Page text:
I am angered at how much this natural disaster has become a political issue, and think in many ways we are missing the forest for the trees. I hate GW as much as the next guy, but the devistation tht happened to the Gulf Coast isn't his fault. If anyone has come across the article printed in National Geographic in October of 2004, you know that the devistation had actually been predicted, almost down to the death count. In a sense, we're all responsible for this. Bush is an idiot, but he can't stop a hurricane and he can't build infrastructure for an entire coastal region that has been depleting for decades. Do I think the response to the whole thing took too long? I have no idea. It seems that it did. But I wasn't there so I can't speak to it. Could it have been avoided? Seems like it. That's what angers me the most. If the CIA had intelligence that New Orleans, Mobile, and Biloxi were targets of a terrorist threat that would wipe out 20,000 people, there would be action to stop it. We had intelligence and didn't stop it. It's a nightmare.

Then again, I can the other side to all of these arguments. It's impossible for me to arrive at absolutes right now. I'm definitely greiving, maybe even more than 9/11 because of the close ties I have to that area (I worked in Destin, Florida for many summers and frequented Mobile, had friends in Biloxi, and drunk-puked for the first time in NO). And it's not just the destruction of a few buildings- it's an entire region of the US that will feel the repurcissions of this for years. (Not that robbing of us of our sense of security for decades isn't a significant blow, but there it is.)

I don't know what I think. I'm angry at people who make this into a completely political issue instead of donating $$ or volunteering. This country had big issues with coming together, even in times like this when we don't know what else to do. So we blame shift. Tough questions.

I have phone calls to make and chores to do. Maybe that will make me feel better for now.

Monday, September 05, 2005

the sting

Writing seems to take away some of the sting for me. There are other things I should be doing, for sure, but this is the only thing that helps me feel slightly human right now.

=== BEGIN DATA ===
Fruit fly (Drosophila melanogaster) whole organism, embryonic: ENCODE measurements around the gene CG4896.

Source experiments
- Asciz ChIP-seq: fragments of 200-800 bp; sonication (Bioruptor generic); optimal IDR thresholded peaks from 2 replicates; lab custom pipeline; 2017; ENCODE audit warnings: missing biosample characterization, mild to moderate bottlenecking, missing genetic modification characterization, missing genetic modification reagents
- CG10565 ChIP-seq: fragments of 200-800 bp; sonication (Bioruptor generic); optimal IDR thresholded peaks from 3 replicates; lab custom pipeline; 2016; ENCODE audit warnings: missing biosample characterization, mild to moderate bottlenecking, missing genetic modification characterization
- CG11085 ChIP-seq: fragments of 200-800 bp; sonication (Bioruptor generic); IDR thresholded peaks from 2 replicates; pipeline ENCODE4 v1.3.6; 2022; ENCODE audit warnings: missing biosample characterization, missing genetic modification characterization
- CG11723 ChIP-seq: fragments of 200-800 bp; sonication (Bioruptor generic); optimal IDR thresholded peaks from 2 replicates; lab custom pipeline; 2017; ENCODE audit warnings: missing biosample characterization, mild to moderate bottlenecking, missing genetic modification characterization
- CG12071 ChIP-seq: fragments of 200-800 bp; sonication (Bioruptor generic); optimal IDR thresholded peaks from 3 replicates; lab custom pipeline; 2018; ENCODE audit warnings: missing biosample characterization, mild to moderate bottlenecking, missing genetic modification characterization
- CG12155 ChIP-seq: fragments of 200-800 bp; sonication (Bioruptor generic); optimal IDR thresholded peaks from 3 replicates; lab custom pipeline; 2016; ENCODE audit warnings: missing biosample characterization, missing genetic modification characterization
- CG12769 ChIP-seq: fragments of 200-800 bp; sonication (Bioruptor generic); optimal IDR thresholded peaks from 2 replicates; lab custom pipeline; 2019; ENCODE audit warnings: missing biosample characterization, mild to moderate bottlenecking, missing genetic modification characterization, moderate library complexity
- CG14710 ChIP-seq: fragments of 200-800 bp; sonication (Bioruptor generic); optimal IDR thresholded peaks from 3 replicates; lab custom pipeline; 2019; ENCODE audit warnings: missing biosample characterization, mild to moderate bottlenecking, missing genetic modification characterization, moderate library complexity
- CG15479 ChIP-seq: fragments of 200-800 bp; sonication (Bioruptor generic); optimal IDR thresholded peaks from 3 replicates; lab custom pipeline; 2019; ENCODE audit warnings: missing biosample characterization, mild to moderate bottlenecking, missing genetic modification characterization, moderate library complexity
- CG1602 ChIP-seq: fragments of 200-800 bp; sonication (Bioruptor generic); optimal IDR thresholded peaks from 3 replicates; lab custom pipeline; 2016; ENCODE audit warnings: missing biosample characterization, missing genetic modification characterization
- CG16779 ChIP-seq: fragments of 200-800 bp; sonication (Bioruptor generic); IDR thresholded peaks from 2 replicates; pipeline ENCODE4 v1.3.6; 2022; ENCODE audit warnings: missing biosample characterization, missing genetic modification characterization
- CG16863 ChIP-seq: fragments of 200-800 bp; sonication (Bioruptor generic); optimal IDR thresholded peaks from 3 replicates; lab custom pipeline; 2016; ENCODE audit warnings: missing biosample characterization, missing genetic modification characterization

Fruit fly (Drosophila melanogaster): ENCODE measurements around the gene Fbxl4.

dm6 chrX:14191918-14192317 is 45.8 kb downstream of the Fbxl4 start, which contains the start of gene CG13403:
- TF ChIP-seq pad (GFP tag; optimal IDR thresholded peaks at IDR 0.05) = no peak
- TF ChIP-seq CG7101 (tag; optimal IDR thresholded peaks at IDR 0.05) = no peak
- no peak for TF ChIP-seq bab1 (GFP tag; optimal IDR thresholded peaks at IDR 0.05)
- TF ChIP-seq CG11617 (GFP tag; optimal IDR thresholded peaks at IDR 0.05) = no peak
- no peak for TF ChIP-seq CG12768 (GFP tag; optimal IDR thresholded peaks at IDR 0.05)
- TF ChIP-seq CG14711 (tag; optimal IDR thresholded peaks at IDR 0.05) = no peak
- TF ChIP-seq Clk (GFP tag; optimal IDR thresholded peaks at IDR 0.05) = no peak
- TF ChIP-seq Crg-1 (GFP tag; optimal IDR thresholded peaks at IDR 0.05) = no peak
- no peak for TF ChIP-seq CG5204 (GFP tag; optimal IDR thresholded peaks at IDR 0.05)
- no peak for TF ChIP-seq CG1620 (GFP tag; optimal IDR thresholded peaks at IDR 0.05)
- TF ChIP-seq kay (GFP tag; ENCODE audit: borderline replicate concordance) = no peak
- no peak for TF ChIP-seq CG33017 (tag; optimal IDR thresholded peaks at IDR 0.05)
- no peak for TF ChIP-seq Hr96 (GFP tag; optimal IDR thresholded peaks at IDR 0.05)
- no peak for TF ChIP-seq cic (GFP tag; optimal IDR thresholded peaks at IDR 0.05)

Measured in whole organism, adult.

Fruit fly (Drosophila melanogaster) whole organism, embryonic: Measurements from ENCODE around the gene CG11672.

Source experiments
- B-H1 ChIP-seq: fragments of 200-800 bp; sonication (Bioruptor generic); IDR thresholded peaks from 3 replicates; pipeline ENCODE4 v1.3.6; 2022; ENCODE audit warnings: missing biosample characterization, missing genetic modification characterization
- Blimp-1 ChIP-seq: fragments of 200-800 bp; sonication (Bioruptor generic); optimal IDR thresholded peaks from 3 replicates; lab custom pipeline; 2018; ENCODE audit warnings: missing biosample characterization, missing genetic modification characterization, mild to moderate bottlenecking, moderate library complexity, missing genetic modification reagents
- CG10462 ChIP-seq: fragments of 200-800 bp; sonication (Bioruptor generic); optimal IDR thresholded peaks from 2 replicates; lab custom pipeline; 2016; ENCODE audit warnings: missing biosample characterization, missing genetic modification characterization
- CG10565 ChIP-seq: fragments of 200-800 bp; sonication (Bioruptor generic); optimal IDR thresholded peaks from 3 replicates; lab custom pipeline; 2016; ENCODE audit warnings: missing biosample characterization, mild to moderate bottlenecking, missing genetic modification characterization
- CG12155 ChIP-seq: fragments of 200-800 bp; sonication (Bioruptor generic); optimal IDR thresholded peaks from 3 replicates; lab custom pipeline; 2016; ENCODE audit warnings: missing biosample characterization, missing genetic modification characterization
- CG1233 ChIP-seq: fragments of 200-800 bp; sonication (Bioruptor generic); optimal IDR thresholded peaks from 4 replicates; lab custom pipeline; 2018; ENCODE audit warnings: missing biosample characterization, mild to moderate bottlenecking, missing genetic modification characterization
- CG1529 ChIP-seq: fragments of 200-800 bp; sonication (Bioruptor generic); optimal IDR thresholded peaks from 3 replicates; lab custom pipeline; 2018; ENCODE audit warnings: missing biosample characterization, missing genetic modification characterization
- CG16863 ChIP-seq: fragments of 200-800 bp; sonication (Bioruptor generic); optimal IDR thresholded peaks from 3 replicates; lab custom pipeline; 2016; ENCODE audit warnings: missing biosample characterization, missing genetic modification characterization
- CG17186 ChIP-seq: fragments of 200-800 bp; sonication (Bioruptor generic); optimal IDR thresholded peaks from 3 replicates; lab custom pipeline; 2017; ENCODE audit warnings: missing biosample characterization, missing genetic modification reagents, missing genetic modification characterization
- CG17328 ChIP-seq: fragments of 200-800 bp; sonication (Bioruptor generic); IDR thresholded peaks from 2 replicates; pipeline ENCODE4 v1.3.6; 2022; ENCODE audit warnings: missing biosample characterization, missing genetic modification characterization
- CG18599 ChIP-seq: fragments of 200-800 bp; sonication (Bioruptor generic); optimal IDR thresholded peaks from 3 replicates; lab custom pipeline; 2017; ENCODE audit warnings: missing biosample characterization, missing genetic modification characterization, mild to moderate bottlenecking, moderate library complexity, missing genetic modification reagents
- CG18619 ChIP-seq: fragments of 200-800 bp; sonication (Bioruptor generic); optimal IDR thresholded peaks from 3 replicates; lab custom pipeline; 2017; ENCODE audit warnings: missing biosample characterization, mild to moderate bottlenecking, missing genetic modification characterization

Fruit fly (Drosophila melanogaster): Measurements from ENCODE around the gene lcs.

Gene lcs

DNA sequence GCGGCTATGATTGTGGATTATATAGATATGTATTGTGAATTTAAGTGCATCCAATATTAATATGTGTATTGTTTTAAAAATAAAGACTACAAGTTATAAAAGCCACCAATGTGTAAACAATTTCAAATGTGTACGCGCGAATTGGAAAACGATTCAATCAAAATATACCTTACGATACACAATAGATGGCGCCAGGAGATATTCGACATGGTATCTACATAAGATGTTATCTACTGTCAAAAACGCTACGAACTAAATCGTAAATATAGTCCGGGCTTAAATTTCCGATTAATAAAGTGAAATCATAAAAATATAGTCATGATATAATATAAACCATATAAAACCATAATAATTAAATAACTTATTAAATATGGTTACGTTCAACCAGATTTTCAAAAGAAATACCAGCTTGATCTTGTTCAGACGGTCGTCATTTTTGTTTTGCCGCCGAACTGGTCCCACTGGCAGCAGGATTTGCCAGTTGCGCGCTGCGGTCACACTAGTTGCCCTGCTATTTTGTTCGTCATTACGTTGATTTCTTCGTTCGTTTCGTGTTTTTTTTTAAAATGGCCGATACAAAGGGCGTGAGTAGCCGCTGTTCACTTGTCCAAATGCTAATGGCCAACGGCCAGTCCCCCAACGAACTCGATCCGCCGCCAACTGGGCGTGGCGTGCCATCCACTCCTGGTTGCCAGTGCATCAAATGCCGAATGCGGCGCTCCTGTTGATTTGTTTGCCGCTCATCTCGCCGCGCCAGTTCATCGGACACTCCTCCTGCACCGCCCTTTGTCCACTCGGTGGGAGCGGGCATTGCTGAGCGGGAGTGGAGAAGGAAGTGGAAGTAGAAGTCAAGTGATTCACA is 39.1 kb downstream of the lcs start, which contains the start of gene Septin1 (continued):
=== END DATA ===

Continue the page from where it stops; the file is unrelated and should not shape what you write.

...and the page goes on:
Some of this poem is written out of a moment of footage I saw days ago where GW went into Biloxi and was comforting a woman and her daughter. I was amazed by his compassion, a side of him I haven't ever seen. I hate the man, but still haven't been able to reckon with this moment. Was it all a charade? so many cameras around?

the sting

I knew you would be here, caching figments
in the back room, devastating small children
with a lemon rind in your smile. It passes the
time. Flawed, an inkblue sky behind water, highway
like a reed weaves in and out. In your own
time. Citrus fermenting, floating among residents
and swimmers. Open sores.Heat pulls back
as if you commanded it. She cries is all
you know. She’s been swimming for days. She shows you
her fingertips, bleached white, shriveled and dry.

Sunday, September 04, 2005

final photograph

only road-dust to float you now. without a body. through the swinging eye. roof into dust. window into pile. wind exile. you would have gone. but not so soon. you say as a stone in my dream. every morning. woke. photograph. one of three kneeling women. scabbed knees. the smallest, lightest tree. no more wall. but the window. water I cannot move through. oranges. candles. a driveway, a moat. my watery, glittering eyes. horn. wave. always to goodbye. the last picture ever taken of you. weight on me. gravel loose under toes. you are small like a child. like a dead child. in a river. in an eddy. caught in swirl

Friday, September 02, 2005

let's do this. . .

It seems only fair to give when giving is required. Knowing about the devistation sure made my own bed the happiest place I could fall asleep last night.

Red Cross